Then came the acquisition by House of Blues.

It seemed like a great idea at that point to merge assets. They were ahead of their time in the viability of streaming, but it didn’t work out as planned. Jay and I left around the same time.

You move to Madison Square Garden, which poses a different set of issues because you have two sports teams and an assortment of family shows. Did that require the same kind of outreach you did at Universal Amphitheatre?

There was definitely an effort to re-establish the venue for a new generation of talent. It didn’t take long because it was such a great asset and we had a great team. That’s another thing about Jay—he surrounds himself with great people, and that’s reflected in the business.

He’d been at the Garden for a few months and at the time, the entertainment business was an afterthought—concerts were used as filler dates around the sports teams. Jay was charged with growing the business, and he brought me in to run the booking group and help determine what our strategy would be. Would we be another promoter? Would we compete against the other promoters? Or would we just actively seek business regardless of who the promoter was? It wound up being a mix. We made a lot of offers to talent, got a lot of bookings and used promoters to build the value of our buildings.

Within the first few years, Jay had negotiated a lease for the Beacon [Theatre in New York], which was game-changing for the organization. We bought the Chicago Theater, did the deal for the Wang [Theatre in Boston] and then, after six years, [MSG Entertainment Executive Chairman/CEO] Jim Dolan decided he wanted to add the Forum, and we did a $100m renovation to that.

The renovation of the Beacon made an excellent hall spectacular.

It was always good, but now it’s one of a kind; it’s such an interesting mix of aesthetics. We had to figure out what made sense and what wouldn’t change the history of the interior, what to feature and what to hold back. Jim was very focused on doing the renovation the right way, which is evident in the outcome. It was such a great celebration when it reopened [in 2009] with Paul Simon.

Did owning it affect what you could do at the Garden?

When you create a relationship with an artist/agent/manager in an earlier stage of their career and they feel you delivered on the show/experience, they feel more comfortable taking the next step with you if the venues are the right size. The Beacon probably helped Radio City more than anything. RC was viewed as a very formal venue. The funny thing is that The Theater at Madison Square Garden was around the same size as Radio City. But you could put an artist in The Theater at MSG and the audience would behave one way, and you could put the same artist in Radio City and the same audience would behave differently.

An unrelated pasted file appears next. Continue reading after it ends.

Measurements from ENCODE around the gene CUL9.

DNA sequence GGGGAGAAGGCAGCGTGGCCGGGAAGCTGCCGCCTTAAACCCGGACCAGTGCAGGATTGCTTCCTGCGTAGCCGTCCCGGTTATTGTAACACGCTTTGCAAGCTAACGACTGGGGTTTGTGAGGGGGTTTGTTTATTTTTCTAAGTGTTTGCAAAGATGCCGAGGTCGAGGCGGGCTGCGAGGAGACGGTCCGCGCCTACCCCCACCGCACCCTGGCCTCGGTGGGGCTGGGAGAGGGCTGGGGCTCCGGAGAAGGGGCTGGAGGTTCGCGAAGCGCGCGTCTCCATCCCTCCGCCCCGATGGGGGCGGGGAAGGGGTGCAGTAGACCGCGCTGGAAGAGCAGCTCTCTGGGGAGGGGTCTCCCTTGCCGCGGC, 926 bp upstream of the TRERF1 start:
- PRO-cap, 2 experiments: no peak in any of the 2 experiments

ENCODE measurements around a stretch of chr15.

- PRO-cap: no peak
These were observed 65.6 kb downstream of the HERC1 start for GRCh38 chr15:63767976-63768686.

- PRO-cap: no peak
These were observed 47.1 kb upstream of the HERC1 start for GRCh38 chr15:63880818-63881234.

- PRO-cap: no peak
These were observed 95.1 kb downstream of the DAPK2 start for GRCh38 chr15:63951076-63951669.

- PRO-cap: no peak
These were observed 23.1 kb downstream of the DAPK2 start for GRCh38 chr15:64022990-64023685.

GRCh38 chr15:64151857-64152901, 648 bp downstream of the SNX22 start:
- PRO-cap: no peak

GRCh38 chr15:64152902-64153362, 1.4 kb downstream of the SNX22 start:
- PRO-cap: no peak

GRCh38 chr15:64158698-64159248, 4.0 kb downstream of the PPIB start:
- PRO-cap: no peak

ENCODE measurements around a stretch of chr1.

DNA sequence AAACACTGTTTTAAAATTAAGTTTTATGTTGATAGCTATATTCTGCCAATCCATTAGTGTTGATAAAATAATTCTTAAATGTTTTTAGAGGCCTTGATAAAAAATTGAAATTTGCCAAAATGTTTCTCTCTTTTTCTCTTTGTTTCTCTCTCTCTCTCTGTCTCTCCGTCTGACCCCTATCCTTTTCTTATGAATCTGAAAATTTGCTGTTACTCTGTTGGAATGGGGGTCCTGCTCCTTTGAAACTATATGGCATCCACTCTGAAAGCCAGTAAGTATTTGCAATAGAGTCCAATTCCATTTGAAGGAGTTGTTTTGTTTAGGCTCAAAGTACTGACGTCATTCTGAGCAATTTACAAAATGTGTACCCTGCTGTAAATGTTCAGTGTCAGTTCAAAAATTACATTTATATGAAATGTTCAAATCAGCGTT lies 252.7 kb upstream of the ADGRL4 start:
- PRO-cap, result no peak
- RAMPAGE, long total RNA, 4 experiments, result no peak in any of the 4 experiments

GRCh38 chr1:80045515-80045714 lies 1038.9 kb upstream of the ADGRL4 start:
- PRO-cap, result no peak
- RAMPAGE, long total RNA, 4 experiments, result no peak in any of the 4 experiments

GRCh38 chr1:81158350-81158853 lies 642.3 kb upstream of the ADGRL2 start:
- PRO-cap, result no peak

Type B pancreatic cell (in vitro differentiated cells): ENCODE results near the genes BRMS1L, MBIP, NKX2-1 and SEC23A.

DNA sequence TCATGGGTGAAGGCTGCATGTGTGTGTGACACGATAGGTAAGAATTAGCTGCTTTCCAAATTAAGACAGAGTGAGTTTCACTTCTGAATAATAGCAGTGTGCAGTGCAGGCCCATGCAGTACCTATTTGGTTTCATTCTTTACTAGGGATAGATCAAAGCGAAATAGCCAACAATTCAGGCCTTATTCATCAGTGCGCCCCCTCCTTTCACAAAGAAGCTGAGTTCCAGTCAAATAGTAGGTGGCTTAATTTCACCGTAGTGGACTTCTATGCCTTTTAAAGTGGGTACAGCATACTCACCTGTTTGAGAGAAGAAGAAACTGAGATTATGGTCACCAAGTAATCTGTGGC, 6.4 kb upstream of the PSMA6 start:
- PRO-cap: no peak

Who did you see more often at the Garden, Phish or Billy Joel?

Phish. The Billy residency started just as I was leaving. That was a long time in the making.

In an interview with Pollstar, you noted that the industry would benefit from more women in leadership roles. Could you elaborate?

An organization benefits from equal representation of men and women. It creates an opportunity for dialogue that doesn’t happen when it’s all men in an organization, which we don’t have any longer in the music industry, fortunately. There need to be female role models who demonstrate that it’s possible to have a successful career in this crazy business, which can demand attention at all hours, yet have a work/life balance. That’s a really important message to deliver to anyone choosing this career path, regardless of gender.

I’m especially excited to see that at Goldenvoice we retain employees for a long time. We’re seeing women decide to take life partners and, in some cases, have kids while continuing their work very effectively—which of course is no surprise to women. It’s great to see that we can foster that.

And it’s equally important to have people with varied backgrounds—as many points of view as possible. The more diverse an organization is, the more successful it will be in an artist-facing, consumer-facing way. Welcoming the greatest number of viewpoints possible is a big factor in creating success today, especially in our industry. AEG Presents is really good at identifying the potential of all kinds of people and helping them grow.